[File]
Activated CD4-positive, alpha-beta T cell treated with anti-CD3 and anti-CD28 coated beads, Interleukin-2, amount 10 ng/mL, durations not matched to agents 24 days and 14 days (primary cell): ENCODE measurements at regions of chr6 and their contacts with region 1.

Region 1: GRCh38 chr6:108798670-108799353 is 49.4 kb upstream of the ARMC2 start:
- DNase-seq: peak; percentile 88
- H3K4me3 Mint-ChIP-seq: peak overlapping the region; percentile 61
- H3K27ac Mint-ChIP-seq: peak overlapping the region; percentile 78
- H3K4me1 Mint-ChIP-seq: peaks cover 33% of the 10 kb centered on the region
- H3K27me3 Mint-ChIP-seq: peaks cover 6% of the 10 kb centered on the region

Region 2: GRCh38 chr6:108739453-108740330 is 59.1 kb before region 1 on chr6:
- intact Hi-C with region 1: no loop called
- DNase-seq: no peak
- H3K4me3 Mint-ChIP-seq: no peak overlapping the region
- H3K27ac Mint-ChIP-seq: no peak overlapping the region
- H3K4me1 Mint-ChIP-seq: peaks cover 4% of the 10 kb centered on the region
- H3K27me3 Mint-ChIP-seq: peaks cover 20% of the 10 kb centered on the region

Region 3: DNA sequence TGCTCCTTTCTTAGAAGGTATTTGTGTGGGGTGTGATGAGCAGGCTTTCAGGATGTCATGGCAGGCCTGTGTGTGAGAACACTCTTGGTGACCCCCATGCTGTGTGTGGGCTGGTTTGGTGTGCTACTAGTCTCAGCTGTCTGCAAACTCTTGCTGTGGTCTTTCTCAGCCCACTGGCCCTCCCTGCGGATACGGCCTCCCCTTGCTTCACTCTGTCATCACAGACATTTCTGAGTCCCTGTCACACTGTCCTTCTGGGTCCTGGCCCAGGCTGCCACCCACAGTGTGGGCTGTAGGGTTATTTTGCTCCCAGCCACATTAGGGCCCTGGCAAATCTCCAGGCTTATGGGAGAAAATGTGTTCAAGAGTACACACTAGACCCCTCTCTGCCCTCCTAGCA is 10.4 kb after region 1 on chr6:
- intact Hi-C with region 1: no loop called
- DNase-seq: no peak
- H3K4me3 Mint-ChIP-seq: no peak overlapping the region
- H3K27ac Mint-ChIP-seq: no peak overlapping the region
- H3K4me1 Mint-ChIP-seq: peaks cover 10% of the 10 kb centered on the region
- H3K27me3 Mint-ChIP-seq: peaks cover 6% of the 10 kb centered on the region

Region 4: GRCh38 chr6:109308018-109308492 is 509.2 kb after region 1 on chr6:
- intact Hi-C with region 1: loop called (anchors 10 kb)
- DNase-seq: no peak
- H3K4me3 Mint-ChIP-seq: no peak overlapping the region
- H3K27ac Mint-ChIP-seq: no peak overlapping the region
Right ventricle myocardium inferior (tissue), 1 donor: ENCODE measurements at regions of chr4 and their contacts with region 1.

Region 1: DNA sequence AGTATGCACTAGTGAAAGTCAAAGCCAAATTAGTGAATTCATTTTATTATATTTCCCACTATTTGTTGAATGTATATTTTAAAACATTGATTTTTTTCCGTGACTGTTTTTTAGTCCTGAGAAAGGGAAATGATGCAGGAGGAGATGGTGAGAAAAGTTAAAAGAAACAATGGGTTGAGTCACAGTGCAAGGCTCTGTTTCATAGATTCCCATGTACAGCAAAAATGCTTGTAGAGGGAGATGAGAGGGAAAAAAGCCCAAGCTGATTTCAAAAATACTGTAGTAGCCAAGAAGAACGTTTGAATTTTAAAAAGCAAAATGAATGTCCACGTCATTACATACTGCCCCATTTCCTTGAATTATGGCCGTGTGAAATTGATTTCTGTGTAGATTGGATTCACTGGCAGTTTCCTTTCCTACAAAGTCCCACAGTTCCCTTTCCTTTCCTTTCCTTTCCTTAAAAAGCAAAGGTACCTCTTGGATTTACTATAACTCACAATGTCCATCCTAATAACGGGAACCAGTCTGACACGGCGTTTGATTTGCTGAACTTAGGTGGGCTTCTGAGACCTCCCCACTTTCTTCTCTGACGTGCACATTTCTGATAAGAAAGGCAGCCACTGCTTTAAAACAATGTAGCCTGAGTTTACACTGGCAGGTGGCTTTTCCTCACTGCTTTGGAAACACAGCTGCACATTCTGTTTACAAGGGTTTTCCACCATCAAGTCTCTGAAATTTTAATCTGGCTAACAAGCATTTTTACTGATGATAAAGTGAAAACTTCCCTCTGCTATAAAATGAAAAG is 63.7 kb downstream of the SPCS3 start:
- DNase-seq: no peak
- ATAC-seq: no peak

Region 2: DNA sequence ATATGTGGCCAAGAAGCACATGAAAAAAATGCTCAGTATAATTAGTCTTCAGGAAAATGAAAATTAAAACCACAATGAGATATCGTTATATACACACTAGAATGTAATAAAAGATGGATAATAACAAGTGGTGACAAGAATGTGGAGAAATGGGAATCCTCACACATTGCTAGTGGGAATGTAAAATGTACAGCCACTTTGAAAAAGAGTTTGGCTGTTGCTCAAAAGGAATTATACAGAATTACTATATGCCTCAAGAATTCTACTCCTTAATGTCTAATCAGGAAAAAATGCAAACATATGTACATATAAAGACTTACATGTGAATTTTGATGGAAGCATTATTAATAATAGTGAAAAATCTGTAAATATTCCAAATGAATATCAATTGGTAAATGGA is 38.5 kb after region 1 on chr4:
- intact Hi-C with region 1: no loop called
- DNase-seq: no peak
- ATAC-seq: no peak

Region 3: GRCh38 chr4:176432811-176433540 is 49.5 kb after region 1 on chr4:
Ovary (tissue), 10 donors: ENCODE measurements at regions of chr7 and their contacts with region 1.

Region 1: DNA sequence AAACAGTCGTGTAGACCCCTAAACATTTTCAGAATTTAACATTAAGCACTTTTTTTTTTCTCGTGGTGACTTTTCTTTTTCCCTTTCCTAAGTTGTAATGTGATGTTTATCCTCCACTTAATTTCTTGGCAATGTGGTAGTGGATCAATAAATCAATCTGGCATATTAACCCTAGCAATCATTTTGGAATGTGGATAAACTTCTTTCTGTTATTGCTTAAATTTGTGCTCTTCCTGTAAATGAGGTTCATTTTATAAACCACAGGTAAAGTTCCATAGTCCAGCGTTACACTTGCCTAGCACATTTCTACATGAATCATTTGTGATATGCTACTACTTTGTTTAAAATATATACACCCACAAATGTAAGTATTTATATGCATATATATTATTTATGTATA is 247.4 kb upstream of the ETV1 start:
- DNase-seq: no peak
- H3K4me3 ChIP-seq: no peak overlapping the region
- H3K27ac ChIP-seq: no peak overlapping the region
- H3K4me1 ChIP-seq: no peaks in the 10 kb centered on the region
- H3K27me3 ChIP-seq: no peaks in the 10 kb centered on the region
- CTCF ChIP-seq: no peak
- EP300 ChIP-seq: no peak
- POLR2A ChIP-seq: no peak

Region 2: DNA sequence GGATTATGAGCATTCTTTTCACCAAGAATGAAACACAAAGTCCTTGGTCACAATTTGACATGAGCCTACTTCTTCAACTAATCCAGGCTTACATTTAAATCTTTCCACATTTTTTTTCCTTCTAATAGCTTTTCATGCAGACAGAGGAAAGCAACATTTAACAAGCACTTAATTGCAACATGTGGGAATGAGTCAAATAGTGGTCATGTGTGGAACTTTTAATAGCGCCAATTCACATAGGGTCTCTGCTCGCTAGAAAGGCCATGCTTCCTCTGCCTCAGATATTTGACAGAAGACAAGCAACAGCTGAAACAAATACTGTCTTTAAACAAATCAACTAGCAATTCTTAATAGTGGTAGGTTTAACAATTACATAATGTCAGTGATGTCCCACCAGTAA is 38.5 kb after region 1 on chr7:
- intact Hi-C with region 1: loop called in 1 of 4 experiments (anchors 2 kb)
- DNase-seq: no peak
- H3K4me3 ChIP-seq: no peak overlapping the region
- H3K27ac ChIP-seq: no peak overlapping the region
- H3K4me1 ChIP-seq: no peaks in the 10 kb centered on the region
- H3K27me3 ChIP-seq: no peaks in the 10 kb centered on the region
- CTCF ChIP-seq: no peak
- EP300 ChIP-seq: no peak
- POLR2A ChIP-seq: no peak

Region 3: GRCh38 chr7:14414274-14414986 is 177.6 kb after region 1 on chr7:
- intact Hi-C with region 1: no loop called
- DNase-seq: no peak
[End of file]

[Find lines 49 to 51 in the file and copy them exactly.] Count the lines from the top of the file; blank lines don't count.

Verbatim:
- H3K4me3 ChIP-seq: no peak overlapping the region
- H3K27ac ChIP-seq: no peak overlapping the region
- H3K4me1 ChIP-seq: no peaks in the 10 kb centered on the region